[0059] During normal operation, the fingerprint subsystem also receives control and optimization parameters from the centralized authentication server via the communication subsystem to optimize the fingerprint capture mechanism in the fingerprint sensor integrated circuit. The communication mode is again a UART at 921.6 Kbit per second at 8 data bits, no parity, 1 stop bit. Other communication schemes may be used equivalently.

[0060] A function of the communication subsystem in FIG. 3 is to provide an Ethernet to serial bridge communication channel between the TCP/IP (Transmission Control Protocol/Internet Protocol) network and the fingerprint sensor subsystem. In the illustrated embodiments, the communication subsystem can be implemented in a single chip. By way of example, the communication integrated chip (IC) can be a commercially available RISC processor offered by Ubicom, Inc. of Mountain View, Calif., part number IP2022. The communication IC chip in the communication subsystem provides for the following functions:

[0061] a. 1 OMbit (IEEE 802.3) Ethernet to 921.6 Kbit per second serial (UART) bridge communication channel

[0062] b. 100% RFC (Request For Comments) compliant TCP/IP (Transmission Control Protocol/Internet Protocol) stack

[0063] c. Auto IP: On power-up, or on reset, the communication subsystem will automatically search for a DHCP (Dynamic Host Configuration Protocol) server to request an IP (Internet Protocol) address. If no DHCP server is discovered, the communication subsystem automatically assigns itself an IP address based on the network environment

[0064] d. Auto IP Override: During normal operations, the communication subsystem provides a mechanism in which the authentication server, or a person with secure network access, to alter the IP address, the subnet mask the default gateway IP address, and a customizable name of the communication subsystem.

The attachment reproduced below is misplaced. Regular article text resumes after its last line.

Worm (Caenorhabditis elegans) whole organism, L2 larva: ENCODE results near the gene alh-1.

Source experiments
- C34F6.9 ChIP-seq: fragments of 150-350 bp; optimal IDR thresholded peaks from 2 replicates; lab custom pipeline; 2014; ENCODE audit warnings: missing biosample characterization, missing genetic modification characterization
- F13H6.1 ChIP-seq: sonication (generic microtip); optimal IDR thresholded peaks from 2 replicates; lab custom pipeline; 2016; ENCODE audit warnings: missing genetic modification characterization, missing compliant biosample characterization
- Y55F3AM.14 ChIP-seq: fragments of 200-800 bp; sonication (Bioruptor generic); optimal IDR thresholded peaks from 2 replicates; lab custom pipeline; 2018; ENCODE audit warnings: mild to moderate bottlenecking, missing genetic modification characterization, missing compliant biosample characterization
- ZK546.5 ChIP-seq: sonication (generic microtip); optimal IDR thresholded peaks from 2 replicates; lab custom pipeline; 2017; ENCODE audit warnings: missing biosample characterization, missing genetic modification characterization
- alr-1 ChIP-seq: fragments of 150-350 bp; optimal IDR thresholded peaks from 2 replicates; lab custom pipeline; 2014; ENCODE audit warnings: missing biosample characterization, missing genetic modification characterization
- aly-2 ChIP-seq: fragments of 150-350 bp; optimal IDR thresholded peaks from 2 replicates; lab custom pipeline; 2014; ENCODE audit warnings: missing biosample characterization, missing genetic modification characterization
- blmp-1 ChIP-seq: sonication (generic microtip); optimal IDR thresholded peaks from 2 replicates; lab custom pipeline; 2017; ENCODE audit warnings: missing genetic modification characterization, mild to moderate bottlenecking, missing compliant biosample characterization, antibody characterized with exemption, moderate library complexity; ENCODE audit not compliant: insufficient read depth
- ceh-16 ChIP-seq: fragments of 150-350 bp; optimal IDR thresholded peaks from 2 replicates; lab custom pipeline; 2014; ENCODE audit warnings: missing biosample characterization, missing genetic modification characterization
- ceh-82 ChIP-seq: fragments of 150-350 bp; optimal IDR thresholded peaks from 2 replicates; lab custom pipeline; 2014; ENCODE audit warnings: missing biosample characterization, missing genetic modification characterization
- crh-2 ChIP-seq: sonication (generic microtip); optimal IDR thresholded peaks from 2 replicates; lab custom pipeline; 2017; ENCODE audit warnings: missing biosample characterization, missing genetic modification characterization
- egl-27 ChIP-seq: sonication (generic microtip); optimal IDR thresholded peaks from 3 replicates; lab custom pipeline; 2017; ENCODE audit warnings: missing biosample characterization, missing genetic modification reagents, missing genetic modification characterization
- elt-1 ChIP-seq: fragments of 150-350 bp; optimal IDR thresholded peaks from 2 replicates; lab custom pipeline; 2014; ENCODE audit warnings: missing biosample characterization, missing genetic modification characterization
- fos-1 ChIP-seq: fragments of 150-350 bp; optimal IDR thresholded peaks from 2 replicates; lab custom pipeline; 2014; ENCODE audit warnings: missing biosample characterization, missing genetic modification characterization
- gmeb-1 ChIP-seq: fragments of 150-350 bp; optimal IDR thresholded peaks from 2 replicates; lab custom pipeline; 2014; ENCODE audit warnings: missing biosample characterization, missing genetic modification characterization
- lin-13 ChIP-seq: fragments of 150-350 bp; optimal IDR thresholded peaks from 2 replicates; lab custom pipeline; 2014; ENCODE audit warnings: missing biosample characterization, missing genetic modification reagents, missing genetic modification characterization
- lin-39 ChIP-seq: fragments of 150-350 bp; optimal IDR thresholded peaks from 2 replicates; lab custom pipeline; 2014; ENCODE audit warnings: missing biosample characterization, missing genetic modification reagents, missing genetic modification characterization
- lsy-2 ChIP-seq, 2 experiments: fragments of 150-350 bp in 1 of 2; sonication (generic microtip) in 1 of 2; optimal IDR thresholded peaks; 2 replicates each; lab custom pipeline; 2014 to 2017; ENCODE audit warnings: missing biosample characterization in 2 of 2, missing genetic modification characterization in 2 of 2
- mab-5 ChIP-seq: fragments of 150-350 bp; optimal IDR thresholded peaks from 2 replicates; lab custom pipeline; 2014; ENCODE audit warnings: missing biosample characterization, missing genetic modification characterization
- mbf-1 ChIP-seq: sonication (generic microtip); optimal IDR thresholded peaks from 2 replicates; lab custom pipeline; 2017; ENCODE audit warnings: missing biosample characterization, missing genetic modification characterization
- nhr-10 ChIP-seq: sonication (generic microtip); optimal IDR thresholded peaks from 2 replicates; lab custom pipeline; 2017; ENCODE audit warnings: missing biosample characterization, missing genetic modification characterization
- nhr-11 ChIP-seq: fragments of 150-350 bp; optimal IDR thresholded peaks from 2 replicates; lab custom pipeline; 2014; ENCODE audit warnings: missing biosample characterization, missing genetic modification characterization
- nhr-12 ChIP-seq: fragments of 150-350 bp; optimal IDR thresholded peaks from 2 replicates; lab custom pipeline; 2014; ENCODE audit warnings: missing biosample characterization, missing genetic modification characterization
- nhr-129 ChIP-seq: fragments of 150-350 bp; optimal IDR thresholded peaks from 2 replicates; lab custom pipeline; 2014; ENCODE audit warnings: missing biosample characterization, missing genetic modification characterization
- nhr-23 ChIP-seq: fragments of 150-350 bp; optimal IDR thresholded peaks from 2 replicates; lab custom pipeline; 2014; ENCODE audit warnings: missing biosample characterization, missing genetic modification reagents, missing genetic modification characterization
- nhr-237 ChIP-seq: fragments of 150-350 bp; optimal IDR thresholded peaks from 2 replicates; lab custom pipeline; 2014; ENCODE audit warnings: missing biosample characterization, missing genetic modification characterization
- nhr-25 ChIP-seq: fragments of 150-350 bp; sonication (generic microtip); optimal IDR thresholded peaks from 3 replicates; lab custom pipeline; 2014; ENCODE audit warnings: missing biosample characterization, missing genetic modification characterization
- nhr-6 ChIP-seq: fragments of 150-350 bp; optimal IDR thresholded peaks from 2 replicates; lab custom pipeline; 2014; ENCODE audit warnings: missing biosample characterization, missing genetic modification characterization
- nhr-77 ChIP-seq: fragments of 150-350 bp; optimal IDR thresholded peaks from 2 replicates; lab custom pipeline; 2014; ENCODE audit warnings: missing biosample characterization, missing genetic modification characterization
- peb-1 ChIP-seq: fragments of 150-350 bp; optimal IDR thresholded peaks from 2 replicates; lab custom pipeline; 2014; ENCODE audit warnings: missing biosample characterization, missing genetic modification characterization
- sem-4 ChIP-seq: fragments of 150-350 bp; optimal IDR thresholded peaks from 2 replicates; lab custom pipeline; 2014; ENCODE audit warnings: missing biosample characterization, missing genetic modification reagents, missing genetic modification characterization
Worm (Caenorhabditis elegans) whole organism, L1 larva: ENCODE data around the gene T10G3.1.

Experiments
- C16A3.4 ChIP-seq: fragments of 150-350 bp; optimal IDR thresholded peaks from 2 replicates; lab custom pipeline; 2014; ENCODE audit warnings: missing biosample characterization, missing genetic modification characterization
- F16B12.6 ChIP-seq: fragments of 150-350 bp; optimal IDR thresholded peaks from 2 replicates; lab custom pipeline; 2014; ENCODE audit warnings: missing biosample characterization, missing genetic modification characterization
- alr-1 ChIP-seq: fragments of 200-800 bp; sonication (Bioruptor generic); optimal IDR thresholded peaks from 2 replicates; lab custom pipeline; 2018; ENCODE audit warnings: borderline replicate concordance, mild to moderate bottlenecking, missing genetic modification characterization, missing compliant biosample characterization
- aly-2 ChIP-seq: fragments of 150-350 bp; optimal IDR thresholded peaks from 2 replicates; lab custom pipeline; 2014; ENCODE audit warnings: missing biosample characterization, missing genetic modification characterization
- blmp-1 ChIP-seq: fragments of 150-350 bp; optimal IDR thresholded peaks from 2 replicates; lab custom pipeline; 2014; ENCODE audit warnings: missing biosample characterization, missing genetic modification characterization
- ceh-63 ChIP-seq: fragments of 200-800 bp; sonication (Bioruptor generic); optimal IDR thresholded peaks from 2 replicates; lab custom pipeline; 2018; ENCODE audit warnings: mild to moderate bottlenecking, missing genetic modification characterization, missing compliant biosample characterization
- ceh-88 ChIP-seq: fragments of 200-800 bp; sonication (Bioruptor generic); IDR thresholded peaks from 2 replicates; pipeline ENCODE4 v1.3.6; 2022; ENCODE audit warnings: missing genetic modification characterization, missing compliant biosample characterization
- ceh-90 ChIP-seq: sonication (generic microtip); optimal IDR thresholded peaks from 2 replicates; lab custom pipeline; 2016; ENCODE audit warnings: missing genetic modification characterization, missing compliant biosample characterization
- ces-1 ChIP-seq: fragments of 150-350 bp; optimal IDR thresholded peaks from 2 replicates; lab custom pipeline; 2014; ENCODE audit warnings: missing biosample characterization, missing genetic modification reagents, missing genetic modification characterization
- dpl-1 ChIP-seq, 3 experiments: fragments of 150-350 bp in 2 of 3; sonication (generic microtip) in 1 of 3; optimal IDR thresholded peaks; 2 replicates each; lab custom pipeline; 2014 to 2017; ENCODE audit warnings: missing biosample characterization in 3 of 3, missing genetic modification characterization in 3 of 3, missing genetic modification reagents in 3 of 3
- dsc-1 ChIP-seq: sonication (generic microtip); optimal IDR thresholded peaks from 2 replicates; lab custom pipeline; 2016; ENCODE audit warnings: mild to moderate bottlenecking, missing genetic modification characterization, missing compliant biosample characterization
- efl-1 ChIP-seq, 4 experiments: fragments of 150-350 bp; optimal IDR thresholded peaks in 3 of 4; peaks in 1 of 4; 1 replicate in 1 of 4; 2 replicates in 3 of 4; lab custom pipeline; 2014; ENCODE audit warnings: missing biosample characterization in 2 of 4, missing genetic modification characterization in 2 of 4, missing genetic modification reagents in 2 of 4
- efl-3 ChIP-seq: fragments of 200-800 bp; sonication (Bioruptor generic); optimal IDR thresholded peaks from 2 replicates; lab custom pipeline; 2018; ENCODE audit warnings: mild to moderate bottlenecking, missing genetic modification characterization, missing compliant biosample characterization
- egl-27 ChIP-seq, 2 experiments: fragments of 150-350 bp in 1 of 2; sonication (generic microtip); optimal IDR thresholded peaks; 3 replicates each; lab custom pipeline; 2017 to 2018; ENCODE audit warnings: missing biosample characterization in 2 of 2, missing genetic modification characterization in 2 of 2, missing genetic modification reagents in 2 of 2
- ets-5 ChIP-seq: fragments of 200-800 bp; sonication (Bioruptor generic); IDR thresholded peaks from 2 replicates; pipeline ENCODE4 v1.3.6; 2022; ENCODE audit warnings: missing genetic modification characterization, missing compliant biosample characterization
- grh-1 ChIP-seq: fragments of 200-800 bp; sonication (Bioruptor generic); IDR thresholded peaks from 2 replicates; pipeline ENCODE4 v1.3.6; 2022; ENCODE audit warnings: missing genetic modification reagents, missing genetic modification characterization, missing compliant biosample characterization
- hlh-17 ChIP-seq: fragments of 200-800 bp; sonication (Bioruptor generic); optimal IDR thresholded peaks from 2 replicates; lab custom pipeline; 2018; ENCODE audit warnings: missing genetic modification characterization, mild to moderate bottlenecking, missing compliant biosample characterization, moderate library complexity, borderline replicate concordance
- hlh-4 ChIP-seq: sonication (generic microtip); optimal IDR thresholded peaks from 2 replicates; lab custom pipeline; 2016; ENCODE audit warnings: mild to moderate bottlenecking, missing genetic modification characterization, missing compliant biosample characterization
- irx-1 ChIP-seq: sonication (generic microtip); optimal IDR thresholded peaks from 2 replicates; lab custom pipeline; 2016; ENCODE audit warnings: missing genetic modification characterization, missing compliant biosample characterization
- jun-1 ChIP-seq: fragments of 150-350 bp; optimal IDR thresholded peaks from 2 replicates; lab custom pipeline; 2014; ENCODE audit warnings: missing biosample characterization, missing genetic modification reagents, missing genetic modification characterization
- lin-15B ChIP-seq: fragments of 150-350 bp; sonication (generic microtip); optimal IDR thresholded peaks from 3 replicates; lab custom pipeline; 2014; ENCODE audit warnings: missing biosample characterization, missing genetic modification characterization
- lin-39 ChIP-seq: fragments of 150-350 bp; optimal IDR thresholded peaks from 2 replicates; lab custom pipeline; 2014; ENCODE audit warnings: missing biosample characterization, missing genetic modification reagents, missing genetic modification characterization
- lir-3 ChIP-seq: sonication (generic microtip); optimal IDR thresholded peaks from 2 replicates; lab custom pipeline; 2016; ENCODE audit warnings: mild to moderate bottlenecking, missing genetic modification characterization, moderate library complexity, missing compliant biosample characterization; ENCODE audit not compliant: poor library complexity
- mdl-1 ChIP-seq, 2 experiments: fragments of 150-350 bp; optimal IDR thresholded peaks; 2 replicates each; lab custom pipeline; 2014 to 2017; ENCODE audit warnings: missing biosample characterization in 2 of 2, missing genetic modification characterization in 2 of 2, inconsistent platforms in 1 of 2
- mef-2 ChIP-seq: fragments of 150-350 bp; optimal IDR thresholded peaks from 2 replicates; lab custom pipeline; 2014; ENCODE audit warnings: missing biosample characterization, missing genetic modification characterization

[0065] e. Auto Authentication Server Discovery: On power-up, or on reset, the communication subsystem will use Broadcast over UDP (User Datagram Protocol), or Multicast over UDP or proprietary protocol over UDP to discover the IP address of the authentication server ef. Auto Discovery: the communication subsystem will use Broadcast over UDP (User Datagram Protocol), or Multicast over UDP or proprietary protocol over UDP to discover other network enabled devices to create a virtual community.

[0066] f. AES (Advanced Encryption Standard) encryption for transmitting fingerprint image data, or fingerprint template data.

[0067] g. Symmetric key exchange for AES encryption.

[0068] h. Self-destruct mechanism: To insure the physical security of the network fingerprint sensor, the communication subsystem has the ability to detect when the network fingerprint sensor is in an unknown network environment. 1. Once an unknown network environment is detected, the communication subsystem requests “help advice” from both the authentication server and other network fingerprint sensors that have been recorded in the communication subsystem's history log. 2. If the communication subsystem cannot verify the authenticity of the “help advice” from both the authentication server and the other network fingerprint sensors, the communication subsystem will initiate the self-destruct mechanism. 3. Once the self-destruct mechanism is triggered the communication subsystem will automatically corrupt its internal software code, thus destroying itself. The communication subsystem will then be in a “dead” state which is not recoverable.